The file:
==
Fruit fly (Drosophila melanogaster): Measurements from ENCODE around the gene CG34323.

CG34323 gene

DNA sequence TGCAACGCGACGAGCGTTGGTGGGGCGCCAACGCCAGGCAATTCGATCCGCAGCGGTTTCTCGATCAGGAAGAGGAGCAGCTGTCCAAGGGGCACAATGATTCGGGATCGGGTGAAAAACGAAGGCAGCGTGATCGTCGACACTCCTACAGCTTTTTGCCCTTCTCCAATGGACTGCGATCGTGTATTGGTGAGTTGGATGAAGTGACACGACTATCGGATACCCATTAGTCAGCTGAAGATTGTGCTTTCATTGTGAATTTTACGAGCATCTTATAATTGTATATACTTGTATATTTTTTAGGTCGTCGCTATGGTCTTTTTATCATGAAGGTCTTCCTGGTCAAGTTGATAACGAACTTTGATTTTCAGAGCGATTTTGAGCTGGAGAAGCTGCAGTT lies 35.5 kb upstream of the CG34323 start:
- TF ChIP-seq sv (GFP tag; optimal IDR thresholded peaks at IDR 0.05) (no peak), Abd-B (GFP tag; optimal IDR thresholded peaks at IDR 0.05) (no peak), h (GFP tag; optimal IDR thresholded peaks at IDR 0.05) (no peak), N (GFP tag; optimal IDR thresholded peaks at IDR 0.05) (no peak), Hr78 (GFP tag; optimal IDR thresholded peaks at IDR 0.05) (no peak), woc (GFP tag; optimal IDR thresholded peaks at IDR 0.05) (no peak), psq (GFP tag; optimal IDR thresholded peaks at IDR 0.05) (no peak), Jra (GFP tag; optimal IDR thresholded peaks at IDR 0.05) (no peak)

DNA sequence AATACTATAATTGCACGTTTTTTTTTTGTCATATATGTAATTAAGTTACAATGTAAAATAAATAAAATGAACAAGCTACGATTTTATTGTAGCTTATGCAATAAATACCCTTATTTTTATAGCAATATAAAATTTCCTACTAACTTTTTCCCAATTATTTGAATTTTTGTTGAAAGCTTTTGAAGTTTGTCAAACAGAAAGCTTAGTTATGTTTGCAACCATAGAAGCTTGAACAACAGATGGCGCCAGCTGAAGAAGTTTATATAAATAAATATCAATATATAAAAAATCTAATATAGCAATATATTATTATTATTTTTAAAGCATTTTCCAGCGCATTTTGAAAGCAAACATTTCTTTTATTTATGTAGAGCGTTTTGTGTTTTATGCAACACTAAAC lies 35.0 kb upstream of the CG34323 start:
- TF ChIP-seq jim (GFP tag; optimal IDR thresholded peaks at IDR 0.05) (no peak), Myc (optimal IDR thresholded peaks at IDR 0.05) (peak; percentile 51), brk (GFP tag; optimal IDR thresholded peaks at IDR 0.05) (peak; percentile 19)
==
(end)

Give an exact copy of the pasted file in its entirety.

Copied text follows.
Fruit fly (Drosophila melanogaster): Measurements from ENCODE around the gene CG34323.

CG34323 gene

DNA sequence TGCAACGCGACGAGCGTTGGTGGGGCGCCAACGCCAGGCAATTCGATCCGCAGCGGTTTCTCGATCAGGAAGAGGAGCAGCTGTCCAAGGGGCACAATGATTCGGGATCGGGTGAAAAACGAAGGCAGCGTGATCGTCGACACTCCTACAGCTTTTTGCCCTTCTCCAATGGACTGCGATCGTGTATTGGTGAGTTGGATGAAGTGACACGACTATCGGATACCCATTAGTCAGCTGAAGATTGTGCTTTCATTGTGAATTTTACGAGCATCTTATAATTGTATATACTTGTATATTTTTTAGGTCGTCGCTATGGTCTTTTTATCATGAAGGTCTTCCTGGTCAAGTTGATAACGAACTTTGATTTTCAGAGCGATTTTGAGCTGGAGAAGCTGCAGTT lies 35.5 kb upstream of the CG34323 start:
- TF ChIP-seq sv (GFP tag; optimal IDR thresholded peaks at IDR 0.05) (no peak), Abd-B (GFP tag; optimal IDR thresholded peaks at IDR 0.05) (no peak), h (GFP tag; optimal IDR thresholded peaks at IDR 0.05) (no peak), N (GFP tag; optimal IDR thresholded peaks at IDR 0.05) (no peak), Hr78 (GFP tag; optimal IDR thresholded peaks at IDR 0.05) (no peak), woc (GFP tag; optimal IDR thresholded peaks at IDR 0.05) (no peak), psq (GFP tag; optimal IDR thresholded peaks at IDR 0.05) (no peak), Jra (GFP tag; optimal IDR thresholded peaks at IDR 0.05) (no peak)

DNA sequence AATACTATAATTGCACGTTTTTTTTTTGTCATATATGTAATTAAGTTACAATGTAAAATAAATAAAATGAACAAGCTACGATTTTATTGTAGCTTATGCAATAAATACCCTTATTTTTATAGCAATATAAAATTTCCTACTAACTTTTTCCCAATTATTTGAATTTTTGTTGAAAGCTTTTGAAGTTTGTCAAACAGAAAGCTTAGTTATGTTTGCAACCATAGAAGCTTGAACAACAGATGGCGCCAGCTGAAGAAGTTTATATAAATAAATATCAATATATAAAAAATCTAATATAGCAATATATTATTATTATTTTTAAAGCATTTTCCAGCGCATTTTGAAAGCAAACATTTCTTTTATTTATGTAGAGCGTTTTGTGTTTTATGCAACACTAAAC lies 35.0 kb upstream of the CG34323 start:
- TF ChIP-seq jim (GFP tag; optimal IDR thresholded peaks at IDR 0.05) (no peak), Myc (optimal IDR thresholded peaks at IDR 0.05) (peak; percentile 51), brk (GFP tag; optimal IDR thresholded peaks at IDR 0.05) (peak; percentile 19)